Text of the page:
12 1. Include the dynamics of the steering process in the analysis and recompute the optimum ratio of control constants. 2. Include in the system a mechanism to spread the change in curvature more evenly over the whole steering process, and assume that, to an acceptable accuracy, the real steering mechanism can track the demanded turning curvature. To avoid assuming specific steering control dynamics, here we present a solution based on the second approach. 6.1 Filtering demand curvature In order to spread the changes in curvature more evenly across the whole manœuvre, the actual curvature passed to the steering controller is the value of the previous curvature plus a fraction of the difference between the demand curvature and previous curvature. κ i = κ i 1 + k l (κ di κ i 1 ) = (1 k l )κ i 1 + k l κ di (21) where k l is a constant such that {0 < k l <= 1}. In the z transform domain (where z = e sts ), the transfer function of such a filter is given by G l (z) = κ i k l z = κ demi z (1 k l ) (22) Equation 21 has the form of a backward difference integration, in which the function integrated is the difference between the demand turning curvature and the curvature actually implemented by the vehicle s wheel(s). The backward difference mapping between the z and s domains can be written as 12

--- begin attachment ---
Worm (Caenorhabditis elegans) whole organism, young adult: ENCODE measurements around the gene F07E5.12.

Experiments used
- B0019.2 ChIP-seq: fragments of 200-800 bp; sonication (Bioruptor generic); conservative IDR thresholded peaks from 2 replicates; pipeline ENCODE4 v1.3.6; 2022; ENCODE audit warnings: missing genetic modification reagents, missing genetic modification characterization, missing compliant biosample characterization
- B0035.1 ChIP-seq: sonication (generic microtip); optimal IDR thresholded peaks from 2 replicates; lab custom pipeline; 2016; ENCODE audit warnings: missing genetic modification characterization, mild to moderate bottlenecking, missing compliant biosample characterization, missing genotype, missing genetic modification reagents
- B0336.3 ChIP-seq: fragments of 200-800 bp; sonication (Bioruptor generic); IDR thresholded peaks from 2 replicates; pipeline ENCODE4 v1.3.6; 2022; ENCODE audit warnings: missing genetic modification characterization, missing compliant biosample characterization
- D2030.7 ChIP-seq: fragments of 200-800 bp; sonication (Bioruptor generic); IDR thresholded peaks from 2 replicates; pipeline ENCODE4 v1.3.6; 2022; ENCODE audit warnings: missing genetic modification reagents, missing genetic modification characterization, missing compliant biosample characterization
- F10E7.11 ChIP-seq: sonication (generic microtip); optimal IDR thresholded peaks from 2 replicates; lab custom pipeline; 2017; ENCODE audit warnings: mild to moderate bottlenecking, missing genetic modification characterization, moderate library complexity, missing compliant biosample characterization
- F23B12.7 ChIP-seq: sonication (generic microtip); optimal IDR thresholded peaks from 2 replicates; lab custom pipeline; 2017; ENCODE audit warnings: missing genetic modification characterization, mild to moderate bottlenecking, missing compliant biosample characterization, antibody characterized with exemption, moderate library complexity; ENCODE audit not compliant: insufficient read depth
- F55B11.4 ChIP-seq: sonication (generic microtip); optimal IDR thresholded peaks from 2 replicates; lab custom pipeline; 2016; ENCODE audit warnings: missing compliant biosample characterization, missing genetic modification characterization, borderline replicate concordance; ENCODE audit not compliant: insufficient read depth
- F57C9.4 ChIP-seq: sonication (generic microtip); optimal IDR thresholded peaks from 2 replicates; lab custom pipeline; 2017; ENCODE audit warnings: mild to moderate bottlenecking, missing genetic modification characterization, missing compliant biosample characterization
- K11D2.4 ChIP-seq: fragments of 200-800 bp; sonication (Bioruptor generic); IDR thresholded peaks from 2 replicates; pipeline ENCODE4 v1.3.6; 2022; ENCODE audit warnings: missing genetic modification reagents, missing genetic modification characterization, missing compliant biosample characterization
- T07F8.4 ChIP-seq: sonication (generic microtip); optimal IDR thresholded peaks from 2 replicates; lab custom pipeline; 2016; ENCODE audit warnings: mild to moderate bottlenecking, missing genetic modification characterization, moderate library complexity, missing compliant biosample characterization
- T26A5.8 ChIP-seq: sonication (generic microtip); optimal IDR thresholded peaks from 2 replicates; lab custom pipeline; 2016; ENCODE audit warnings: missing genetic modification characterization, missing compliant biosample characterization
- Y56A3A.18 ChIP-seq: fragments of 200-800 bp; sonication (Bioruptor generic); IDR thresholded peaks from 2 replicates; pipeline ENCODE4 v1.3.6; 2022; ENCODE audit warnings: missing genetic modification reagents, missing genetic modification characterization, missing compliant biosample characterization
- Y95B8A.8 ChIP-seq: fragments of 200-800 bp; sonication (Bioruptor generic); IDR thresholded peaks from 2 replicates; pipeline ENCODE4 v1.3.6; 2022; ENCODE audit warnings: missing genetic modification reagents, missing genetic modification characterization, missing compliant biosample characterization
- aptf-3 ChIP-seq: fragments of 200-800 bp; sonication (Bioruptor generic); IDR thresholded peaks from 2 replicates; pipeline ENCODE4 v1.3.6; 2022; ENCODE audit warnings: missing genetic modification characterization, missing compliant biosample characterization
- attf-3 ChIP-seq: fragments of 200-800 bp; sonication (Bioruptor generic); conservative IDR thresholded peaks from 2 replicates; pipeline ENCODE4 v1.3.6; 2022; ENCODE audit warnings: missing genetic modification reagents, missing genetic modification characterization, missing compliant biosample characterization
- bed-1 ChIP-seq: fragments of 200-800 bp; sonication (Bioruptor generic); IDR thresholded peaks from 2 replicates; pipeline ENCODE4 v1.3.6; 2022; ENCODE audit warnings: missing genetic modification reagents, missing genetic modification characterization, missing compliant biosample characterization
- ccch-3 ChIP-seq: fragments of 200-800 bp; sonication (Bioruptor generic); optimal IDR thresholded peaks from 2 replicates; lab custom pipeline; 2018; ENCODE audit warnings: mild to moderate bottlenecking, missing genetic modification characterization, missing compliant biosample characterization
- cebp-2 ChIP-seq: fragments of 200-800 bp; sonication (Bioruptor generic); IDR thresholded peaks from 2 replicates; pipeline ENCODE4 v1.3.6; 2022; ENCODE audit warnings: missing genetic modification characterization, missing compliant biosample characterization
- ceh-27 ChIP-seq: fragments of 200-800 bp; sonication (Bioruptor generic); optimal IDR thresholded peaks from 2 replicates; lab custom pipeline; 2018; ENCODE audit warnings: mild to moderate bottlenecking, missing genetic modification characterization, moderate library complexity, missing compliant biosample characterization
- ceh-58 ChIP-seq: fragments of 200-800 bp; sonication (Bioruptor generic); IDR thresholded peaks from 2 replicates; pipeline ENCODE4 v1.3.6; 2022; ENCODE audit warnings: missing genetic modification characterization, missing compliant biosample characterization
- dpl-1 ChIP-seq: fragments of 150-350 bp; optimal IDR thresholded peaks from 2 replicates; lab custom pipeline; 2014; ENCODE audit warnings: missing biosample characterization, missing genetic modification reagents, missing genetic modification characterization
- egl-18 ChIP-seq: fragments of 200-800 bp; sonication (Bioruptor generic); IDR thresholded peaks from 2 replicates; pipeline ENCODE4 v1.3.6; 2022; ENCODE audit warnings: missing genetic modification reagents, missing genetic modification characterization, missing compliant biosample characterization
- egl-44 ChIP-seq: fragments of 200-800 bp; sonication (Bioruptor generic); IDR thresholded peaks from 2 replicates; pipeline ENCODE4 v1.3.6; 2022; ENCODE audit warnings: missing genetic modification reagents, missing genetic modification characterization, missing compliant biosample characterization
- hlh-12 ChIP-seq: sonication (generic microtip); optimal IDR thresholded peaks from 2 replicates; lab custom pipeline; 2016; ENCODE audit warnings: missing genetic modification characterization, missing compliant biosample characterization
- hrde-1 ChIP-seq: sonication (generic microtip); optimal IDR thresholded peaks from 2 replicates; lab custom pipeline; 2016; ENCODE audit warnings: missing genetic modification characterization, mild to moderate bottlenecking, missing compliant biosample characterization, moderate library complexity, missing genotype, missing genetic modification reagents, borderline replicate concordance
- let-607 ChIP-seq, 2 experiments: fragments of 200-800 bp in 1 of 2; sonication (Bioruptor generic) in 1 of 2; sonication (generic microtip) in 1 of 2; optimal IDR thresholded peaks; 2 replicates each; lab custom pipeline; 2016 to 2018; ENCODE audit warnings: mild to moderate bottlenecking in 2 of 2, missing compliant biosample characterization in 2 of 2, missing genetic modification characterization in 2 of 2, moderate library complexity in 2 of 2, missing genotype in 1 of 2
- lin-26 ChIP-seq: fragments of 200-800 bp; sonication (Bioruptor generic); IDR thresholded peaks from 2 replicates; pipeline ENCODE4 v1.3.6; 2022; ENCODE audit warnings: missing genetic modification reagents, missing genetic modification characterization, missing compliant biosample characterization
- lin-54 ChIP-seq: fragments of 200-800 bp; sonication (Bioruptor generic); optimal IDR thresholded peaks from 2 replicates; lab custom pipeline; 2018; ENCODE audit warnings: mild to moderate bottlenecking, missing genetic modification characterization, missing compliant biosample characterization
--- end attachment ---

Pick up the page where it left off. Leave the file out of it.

13 and using this mapping on equation 22 gives: G l (s) = G l (z) z=(1 Tss) 1 (23) which can be written as G l (s) = k l k l + (1 k l )T s s (24) k l G l (s) = s + k l, k l = k l (25) (1 k l )T s The introduction of this filter, modifies the system s open loop transfer function (equation 15) to: G ol (s) = k θ k y V 2 k l s(s + k θ V )(s + k l ) (26) 6.2 Simulation results The same step response test was implemented as in section, except that the curvature filter was included before implementing curvature on the simulated vehicle. Figures 4 and 5 compare the results of turning curvature, κ, and offset from the demand path, y, for the limited (k l = 0.1) and unlimited (k l = 1.0) system when k y = 1.0, k θ = 4, T s = 0.1s and V = 0.2s. Notice that the step responses in y are very similar in form, as the time constant of the curvature filter is short compared to the time for the vehicle manœuvre. However, the form of κ for the curvature limited system is significantly preferable to the unlimited system. In the limited system, the initial rate of change of curvature required is 10% of the unlimited system, and the changes in curvature are distributed much more evenly over the whole of the manœuvre. 13